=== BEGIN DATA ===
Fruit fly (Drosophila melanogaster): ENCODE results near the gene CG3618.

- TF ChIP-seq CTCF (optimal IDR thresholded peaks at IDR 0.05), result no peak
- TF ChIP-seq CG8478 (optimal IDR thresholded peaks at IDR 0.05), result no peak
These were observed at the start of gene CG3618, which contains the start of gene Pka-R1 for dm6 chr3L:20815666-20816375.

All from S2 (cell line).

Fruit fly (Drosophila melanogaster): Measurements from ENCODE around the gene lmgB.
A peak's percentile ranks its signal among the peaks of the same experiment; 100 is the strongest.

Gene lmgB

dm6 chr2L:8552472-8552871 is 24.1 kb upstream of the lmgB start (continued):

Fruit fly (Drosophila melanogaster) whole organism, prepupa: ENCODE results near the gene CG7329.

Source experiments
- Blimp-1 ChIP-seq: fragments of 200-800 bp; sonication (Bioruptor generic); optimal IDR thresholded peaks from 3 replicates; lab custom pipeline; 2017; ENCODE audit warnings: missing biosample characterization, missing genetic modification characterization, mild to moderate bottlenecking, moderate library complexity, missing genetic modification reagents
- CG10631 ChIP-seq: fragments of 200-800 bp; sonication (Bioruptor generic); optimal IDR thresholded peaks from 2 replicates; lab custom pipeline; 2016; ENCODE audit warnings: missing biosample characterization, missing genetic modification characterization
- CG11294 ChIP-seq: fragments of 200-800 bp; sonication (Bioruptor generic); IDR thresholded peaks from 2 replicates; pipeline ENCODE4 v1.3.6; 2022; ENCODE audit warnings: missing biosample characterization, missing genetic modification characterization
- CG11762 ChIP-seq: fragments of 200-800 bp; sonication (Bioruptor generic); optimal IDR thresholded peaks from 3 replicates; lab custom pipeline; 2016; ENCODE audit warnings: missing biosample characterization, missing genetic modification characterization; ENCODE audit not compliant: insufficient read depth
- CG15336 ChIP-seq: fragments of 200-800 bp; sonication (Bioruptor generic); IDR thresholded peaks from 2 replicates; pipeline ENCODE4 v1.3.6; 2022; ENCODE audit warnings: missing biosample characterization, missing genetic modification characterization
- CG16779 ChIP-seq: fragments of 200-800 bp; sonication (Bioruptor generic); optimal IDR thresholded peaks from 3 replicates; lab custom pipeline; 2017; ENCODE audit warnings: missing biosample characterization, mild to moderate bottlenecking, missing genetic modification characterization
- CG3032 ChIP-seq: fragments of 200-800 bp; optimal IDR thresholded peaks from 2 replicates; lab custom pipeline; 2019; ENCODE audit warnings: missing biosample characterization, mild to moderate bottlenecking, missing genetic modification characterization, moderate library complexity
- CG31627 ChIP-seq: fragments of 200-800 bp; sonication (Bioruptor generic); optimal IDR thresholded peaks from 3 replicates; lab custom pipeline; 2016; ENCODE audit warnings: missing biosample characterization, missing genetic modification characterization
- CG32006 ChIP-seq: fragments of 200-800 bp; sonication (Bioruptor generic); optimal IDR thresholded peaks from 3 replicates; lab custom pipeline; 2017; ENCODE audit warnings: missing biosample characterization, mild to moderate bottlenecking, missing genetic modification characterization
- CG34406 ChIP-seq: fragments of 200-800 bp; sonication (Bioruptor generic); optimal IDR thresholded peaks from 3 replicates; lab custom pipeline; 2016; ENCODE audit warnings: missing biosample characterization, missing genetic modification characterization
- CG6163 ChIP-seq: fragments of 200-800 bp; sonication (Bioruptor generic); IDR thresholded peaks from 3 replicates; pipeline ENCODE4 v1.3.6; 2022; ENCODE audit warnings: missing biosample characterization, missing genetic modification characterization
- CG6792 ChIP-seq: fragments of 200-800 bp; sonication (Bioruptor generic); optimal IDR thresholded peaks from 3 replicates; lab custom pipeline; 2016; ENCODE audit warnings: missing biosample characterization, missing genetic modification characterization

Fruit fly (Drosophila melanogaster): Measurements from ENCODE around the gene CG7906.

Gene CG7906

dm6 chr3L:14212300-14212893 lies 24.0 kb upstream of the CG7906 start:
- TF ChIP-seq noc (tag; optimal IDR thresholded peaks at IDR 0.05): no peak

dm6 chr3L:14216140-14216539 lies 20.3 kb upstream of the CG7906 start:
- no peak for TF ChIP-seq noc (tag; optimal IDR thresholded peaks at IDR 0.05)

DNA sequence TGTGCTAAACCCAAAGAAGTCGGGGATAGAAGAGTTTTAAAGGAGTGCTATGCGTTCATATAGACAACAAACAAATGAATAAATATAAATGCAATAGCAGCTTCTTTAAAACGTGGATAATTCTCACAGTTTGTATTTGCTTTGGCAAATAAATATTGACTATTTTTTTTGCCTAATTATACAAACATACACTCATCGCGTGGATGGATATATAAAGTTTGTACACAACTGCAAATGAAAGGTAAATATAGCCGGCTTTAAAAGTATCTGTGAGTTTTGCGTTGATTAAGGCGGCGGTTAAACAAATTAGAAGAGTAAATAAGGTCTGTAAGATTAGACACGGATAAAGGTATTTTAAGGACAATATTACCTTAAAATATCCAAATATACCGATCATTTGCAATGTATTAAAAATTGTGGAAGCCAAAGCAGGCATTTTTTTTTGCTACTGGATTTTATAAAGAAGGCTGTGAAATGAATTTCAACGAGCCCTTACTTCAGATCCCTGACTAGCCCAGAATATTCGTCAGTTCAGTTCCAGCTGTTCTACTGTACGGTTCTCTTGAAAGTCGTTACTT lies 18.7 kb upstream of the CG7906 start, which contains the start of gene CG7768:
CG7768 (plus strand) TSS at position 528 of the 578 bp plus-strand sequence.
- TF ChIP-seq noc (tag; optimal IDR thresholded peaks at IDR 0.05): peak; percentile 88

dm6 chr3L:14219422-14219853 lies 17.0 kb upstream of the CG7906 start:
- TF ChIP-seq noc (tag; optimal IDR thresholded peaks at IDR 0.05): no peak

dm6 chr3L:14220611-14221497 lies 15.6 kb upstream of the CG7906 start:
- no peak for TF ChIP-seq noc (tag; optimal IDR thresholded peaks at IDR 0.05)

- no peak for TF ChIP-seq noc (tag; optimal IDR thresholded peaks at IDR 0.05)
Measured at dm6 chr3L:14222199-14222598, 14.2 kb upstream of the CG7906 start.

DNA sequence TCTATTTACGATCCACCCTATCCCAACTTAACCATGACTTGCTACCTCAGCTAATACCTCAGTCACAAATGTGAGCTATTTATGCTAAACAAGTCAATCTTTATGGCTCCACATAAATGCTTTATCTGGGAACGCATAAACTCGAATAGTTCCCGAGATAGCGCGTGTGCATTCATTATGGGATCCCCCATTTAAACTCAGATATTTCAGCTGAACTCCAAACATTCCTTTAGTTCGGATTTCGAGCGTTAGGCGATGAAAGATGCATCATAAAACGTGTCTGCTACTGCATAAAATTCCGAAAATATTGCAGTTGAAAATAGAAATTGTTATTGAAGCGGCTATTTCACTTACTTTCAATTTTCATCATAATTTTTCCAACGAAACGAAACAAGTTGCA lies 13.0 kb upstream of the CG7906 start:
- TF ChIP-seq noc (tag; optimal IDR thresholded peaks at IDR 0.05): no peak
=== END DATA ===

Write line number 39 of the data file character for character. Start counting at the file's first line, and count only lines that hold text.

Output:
DNA sequence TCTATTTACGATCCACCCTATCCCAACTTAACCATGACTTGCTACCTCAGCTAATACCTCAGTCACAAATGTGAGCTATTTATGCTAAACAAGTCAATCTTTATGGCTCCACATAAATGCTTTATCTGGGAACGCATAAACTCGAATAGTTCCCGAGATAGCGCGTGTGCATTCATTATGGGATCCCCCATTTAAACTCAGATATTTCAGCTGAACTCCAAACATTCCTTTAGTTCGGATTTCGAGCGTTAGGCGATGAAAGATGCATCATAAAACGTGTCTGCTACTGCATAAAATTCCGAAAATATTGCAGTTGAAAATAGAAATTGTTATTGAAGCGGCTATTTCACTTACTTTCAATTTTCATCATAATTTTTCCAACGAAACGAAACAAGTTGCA lies 13.0 kb upstream of the CG7906 start: